NZ First

Why is it Kiwiblog has the best posts when Farrar is away?

Lifestyle, arts and travel blogger David Farrar is away again.

Kiwiblog has again reverted to a blog of David’s mid-life crisis and travels.

Not content with his own travel blogging, he also now has guest travel blog posts.

However he does have a guest post from Kiwi in America that is very good. Why is it Kiwiblog’s best posts are while he is away?

Regular readers of Kiwiblog will recall my lengthy essay posted on Easter Friday about the recent history of Labour; some of it based on my time as an activist there until the mid 90’s attempting to explain Labour’s present day conundrum.

In a nutshell it said that an attempt by the left of the party to seize permanent control of Labour after the massive post Rogernomics ructions under the leadership of Helen Clark, led to a gradual purging of activists from the centrist and right wings of the party. Clark, and her followers in the Head Office and regional hierarchies, ensured the selection of candidates in winnable electorate seats (and after the introduction of MMP, also the party list) that not only ensured she could topple then leader Mike Moore after the 1993 election but also cemented her power base inside Labour guaranteeing her an unchallenged 15 year reign as Labour’s leader. This handed power in the party to an increasingly narrow base of sector and interest groups such as academics, trade unions, progressive feminists and the rainbow coalition gradually driving out activists who were more likely to be white, male, socially conservative, small business owners and church going people of faith. After Labour’s 2008 election defeat, former members of the harder left New Labour Party, homeless after the dissolution of the Alliance, the demise of Anderton’s Progressives and the rise of the Greens, began to come back to Labour assisting in the movement of the party more to the left.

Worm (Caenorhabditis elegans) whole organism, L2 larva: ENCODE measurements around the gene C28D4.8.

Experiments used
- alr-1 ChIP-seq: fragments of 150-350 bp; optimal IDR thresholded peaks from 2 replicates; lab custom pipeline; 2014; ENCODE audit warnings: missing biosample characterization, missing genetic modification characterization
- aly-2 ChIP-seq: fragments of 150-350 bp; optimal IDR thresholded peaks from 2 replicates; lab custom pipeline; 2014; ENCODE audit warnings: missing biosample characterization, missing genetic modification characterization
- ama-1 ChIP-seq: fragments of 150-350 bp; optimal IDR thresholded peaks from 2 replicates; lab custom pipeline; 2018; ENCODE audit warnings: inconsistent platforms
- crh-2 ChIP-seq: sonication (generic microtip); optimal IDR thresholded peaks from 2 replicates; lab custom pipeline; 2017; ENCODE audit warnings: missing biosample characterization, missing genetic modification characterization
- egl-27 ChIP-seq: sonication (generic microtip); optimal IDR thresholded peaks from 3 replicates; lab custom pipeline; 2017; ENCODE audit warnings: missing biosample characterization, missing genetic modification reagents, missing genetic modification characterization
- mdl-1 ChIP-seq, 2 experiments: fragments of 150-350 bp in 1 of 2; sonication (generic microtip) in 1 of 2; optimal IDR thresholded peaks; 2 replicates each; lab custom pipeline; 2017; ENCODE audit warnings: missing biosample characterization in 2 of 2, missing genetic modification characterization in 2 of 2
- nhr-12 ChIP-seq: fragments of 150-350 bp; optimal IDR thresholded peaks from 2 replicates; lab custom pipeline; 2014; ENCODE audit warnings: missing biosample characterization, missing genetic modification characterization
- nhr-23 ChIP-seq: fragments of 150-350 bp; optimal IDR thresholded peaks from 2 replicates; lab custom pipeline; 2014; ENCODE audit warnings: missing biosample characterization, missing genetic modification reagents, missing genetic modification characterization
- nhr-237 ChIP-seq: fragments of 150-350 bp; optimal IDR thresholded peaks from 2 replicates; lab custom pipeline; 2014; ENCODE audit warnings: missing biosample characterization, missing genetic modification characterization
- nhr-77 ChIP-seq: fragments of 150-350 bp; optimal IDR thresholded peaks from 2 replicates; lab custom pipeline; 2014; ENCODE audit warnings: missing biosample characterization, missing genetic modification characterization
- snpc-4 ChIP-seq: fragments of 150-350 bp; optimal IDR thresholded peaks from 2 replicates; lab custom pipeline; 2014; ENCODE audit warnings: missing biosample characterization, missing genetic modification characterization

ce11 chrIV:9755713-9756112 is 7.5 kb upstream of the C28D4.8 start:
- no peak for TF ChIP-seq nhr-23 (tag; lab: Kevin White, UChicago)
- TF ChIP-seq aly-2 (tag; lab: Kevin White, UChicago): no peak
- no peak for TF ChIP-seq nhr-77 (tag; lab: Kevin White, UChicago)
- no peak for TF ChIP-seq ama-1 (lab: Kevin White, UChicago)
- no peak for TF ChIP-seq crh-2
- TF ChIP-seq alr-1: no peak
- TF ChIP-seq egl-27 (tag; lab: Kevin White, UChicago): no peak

This trend culminated in the amendment to Labour’s Constitution at its 2012 Annual Conference giving 40% of the vote for Party Leader to the party membership and 20% to the affiliated unions leaving only 40% in the hands of the Parliamentary caucus. This new formula enabled David Cunliffe to win the first full leadership primary in 2013 despite having only minority support in caucus – the first time this had ever happened in Labour’s history. The result of his elevation to the leadership was Labour’s third successive and even more disastrous defeat.

When you drive out of the party its more centrist activists, you leave a vacuum that has been filled by harder left activists. When these same activists, alongside the more traditionally left wing trade union leadership, have control of the party’s candidate selections, its policy formation and now the election of its leader, over time you end up with a party, candidates and policies that no longer appeal to middle NZ and a party that is no longer the broad church it used to be. The party may be truer to its left wing principles but it now produces candidates, policies and campaigning rhetoric out of step with the aspirations of floating middle NZ voters that decide elections. National’s moderate centrist direction under John Key has become the natural repository for various key demographic groups that once used to strongly vote Labour and accordingly, Labour has ended up falling further behind National in each subsequent election post its 2008 defeat culminating in its second lowest vote this election since its formation in 1916!

Labour is now undertaking yet another review of why it was defeated and another likely more bruising leadership primary.

Read more »

Is this the civil society you were talking about Curwen?

Curwen Rollinson is a NZ First activist and former board member, he is also an arch socialist who like to dress in 1940s army clothes.

He writes occaisonal TL;DR rants at The Daily Blog, and today has a post about creating a “civil society”.

I’ve read it so you don’t have to, but here is his main thrust: